But with a second reading the ornate language becomes familiar and it's easier to enjoy the book (as much as such a bleak, violent book can be enjoyed).
There are so many passages that I love, that border on crazed poetry. Sometimes it will be one line:
He is broken before a frozen god and he will never find his way.
Or whole paragraphs like this:
He rose and turned toward the lights of the town. The tidepools bright as smelterpots among the dark rocks where the phosphorescent seacrabs clambered back. Passing through the salt grass he looked back. The horse had not moved. A ship's light winked in the swells. The colt stood against the horse with its head down and the horse was watching, out there past men's knowing, where the stars are drowning and whales ferry their vast souls through the black and seamless sea.
And here's probably my favorite passage in the book:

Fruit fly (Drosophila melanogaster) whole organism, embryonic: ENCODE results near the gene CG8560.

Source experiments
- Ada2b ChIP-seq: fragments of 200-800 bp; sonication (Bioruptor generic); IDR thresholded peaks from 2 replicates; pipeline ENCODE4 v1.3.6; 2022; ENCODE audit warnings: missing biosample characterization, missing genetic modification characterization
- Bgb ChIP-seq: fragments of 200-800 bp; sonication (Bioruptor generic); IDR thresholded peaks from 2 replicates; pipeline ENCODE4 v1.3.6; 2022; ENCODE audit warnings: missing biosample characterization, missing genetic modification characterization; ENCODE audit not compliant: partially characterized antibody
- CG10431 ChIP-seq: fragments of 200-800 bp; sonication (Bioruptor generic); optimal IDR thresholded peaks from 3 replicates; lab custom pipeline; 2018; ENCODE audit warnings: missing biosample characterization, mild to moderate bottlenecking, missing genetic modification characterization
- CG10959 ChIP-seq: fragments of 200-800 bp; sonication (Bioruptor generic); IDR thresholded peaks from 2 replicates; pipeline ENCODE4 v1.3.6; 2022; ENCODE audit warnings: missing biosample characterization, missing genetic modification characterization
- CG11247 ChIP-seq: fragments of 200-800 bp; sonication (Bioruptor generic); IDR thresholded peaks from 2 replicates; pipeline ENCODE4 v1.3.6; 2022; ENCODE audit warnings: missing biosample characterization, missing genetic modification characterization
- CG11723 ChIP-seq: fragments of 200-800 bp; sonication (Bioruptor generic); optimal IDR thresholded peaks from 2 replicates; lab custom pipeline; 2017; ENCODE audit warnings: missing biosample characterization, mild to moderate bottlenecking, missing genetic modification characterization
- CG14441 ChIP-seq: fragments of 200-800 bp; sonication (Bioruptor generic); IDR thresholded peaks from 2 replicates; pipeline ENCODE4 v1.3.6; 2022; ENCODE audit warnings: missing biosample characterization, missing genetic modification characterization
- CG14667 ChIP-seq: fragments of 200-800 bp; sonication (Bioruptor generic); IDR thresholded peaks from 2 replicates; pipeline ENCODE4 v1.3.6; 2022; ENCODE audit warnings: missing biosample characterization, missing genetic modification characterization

And they are dancing, the board floor slamming under the jackboots and the fiddlers grinning hideously over their canted pieces. Towering over them all is the judge and he is naked dancing, his small feet lively and quick and now in doubletime and bowing to the ladies, huge and pale and hairless, like an enormous infant. He never sleeps, he says. He says he'll never die. He bows to the fiddlers and sashays backwards and throws back his head and laughs deep in his throat and he is a great favorite, the judge. He wafts his hat and the lunar dome of his skull passes palely under the lamps and he swings about and takes possession of one of the fiddles and he pirouettes and makes a pass, two passes, dancing and fiddling at once. His feet are light and nimble. He never sleeps. He says that he will never die. He dances in light and shadow and he is a great favorite. He never sleeps, the judge. He is dancing, dancing. He says that he will never die.